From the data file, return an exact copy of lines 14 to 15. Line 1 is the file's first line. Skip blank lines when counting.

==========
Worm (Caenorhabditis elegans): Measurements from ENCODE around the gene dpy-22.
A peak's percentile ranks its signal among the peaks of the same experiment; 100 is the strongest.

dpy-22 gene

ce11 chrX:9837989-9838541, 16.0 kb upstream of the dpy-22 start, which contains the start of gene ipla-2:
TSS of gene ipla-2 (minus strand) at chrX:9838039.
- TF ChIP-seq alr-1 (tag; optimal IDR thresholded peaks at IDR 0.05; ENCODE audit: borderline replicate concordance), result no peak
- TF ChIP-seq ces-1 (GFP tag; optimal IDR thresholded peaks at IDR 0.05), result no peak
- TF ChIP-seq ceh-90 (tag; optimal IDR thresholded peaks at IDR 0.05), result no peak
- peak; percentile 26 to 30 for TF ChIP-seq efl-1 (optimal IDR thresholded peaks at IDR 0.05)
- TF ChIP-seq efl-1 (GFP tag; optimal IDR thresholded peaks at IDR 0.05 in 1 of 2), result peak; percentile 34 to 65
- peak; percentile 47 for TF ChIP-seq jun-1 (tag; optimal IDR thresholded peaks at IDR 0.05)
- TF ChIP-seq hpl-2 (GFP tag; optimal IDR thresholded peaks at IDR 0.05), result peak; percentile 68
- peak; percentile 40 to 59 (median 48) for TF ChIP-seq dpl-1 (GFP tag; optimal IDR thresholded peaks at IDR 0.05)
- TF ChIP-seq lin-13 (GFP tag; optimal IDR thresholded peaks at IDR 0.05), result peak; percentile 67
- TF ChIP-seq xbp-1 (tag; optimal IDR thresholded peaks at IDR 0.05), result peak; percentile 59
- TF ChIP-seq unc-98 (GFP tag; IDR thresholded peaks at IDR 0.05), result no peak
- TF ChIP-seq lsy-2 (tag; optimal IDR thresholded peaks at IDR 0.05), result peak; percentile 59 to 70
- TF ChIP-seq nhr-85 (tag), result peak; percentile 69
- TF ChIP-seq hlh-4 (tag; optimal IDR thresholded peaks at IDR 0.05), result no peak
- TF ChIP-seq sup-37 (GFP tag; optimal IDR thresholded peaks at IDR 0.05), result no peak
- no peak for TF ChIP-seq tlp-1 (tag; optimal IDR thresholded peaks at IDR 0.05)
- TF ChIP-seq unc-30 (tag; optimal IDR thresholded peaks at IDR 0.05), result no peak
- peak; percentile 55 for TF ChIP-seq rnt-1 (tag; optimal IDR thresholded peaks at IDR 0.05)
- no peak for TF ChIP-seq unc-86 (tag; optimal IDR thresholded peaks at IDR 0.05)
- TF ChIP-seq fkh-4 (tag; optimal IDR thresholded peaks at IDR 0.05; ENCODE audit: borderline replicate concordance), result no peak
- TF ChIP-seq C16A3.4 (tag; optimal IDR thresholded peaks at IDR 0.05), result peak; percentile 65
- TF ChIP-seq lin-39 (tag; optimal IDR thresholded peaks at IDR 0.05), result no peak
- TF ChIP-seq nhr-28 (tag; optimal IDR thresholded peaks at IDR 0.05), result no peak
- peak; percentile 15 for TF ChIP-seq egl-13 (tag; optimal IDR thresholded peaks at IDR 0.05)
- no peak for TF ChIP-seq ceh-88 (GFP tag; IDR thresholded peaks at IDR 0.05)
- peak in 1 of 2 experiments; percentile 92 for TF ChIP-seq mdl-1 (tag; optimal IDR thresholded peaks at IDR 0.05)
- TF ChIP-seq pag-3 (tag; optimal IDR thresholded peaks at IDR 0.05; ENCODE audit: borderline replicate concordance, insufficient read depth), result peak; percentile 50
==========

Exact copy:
- TF ChIP-seq lin-13 (GFP tag; optimal IDR thresholded peaks at IDR 0.05), result peak; percentile 67
- TF ChIP-seq xbp-1 (tag; optimal IDR thresholded peaks at IDR 0.05), result peak; percentile 59